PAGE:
The Board Chairman of the Minerals Commission, Sampson Kwaku Boafo, has called on all well-meaning Ghanaians to help eradicate the menace of illegal mining by reporting reporting influential persons behind these activities in various mining communities.
According to him, the continuous activities of illegal miners popularly known as galamsey, even after a massive government crackdown, is not only polluting water bodies and the environment, but also causing more harm to the lives of many residents in those mining areas.
Speaking to Citi Business News on the sidelines of a working visit to Richie Plantations Limited where the Commission is nursing over one million palm seedlings to be distributed to farmers in mining communities of the Eastern Region as part of the Commission’s Alternative Livelihood Project, Mr. Boafo called on residents to support the government’s fight by exposing the culprits.
“We have instituted the laws, and offenders will get 15 to 20 years when found guilty. The whip is there, but who is to enforce it.? It is not the Commission’s fault because we don’t go out to arrest. We don’t have the power to arrest but we have power to tell the people you can’t mine here. Now water bodies and farm lands are being destroyed; mercury is being used on the land which is very dangerous health wise, and may even be more dangerous than the coronavirus and this is very bad, and as a nation we should all be concerned and realize it is not right.”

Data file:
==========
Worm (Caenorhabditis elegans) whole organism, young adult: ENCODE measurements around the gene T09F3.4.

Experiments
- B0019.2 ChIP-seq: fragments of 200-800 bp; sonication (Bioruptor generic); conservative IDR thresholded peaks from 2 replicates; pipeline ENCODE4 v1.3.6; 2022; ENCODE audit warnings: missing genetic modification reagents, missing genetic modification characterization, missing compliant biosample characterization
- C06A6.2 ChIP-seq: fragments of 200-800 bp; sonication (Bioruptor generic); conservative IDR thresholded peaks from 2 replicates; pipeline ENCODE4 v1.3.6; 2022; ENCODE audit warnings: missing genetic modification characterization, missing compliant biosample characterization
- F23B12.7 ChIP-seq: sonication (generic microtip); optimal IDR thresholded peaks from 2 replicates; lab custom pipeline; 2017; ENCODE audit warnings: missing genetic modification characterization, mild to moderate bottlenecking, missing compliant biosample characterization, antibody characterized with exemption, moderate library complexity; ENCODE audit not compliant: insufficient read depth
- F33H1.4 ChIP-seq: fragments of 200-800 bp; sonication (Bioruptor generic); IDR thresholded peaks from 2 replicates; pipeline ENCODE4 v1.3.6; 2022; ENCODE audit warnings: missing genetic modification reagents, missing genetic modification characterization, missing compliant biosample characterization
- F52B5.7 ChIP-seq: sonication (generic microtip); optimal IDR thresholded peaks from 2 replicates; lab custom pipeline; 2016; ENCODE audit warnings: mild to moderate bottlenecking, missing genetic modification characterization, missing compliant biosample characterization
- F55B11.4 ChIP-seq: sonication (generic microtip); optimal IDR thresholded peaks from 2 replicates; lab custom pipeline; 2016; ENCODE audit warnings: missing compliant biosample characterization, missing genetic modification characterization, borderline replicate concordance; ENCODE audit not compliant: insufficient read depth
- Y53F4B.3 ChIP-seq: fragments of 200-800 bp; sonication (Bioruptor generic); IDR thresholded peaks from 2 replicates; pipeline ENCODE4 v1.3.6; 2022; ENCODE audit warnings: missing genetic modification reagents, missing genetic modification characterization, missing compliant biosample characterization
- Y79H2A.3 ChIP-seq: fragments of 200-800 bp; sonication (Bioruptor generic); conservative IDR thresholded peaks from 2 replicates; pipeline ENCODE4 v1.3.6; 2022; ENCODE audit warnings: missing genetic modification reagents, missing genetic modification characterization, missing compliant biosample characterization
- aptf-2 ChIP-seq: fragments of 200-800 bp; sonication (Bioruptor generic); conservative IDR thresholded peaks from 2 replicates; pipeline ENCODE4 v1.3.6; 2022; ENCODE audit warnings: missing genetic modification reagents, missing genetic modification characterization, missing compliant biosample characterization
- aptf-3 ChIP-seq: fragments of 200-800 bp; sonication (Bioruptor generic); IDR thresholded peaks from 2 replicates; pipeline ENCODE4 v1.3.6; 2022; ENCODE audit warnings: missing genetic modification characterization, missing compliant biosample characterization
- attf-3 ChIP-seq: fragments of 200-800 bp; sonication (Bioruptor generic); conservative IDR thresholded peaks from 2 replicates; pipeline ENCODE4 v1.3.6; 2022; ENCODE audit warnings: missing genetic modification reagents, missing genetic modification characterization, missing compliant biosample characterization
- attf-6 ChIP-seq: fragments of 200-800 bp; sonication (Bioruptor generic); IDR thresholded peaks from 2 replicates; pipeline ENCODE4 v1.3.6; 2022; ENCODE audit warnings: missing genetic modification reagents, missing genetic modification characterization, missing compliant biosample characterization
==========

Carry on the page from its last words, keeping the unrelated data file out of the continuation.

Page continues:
“…So if I the Chairman of the Commission I am behind illegal mining I must be exposed, and the galamseyers may know it if am part of them so if I don’t do it they should come out and say it. This is not a one man government, but one nation, and government must start it because people are dream killers so someone with a vision must start it and whatever it takes, this battle against illegal mining must be won”.
Government’s fight against illegal mining has generally not been successful considering that some of these miners have gone back into the pits, the forests and the river bodies after even some arrests were made but with minimal prosecutions.
The alleged involvement of some government appointees who were leading the fight, also cast doubts on the government’s efforts.